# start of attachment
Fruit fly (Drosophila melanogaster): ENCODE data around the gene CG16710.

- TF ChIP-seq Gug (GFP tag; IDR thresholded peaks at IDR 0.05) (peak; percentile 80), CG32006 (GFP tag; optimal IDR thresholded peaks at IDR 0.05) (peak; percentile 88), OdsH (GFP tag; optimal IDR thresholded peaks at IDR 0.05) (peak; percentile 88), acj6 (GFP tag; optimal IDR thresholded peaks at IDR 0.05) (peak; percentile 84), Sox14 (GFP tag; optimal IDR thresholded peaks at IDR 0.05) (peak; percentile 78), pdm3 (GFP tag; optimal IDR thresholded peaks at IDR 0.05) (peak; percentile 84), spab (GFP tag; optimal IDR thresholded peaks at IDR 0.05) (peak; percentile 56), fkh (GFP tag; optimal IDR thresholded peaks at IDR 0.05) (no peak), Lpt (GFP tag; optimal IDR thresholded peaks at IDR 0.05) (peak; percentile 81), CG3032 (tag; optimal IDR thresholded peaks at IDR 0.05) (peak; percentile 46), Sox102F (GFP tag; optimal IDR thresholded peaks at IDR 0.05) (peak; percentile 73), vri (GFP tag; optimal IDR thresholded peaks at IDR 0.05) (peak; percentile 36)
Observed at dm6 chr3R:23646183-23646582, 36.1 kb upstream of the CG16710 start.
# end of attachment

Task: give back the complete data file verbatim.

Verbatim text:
Fruit fly (Drosophila melanogaster): ENCODE data around the gene CG16710.

- TF ChIP-seq Gug (GFP tag; IDR thresholded peaks at IDR 0.05) (peak; percentile 80), CG32006 (GFP tag; optimal IDR thresholded peaks at IDR 0.05) (peak; percentile 88), OdsH (GFP tag; optimal IDR thresholded peaks at IDR 0.05) (peak; percentile 88), acj6 (GFP tag; optimal IDR thresholded peaks at IDR 0.05) (peak; percentile 84), Sox14 (GFP tag; optimal IDR thresholded peaks at IDR 0.05) (peak; percentile 78), pdm3 (GFP tag; optimal IDR thresholded peaks at IDR 0.05) (peak; percentile 84), spab (GFP tag; optimal IDR thresholded peaks at IDR 0.05) (peak; percentile 56), fkh (GFP tag; optimal IDR thresholded peaks at IDR 0.05) (no peak), Lpt (GFP tag; optimal IDR thresholded peaks at IDR 0.05) (peak; percentile 81), CG3032 (tag; optimal IDR thresholded peaks at IDR 0.05) (peak; percentile 46), Sox102F (GFP tag; optimal IDR thresholded peaks at IDR 0.05) (peak; percentile 73), vri (GFP tag; optimal IDR thresholded peaks at IDR 0.05) (peak; percentile 36)
Observed at dm6 chr3R:23646183-23646582, 36.1 kb upstream of the CG16710 start.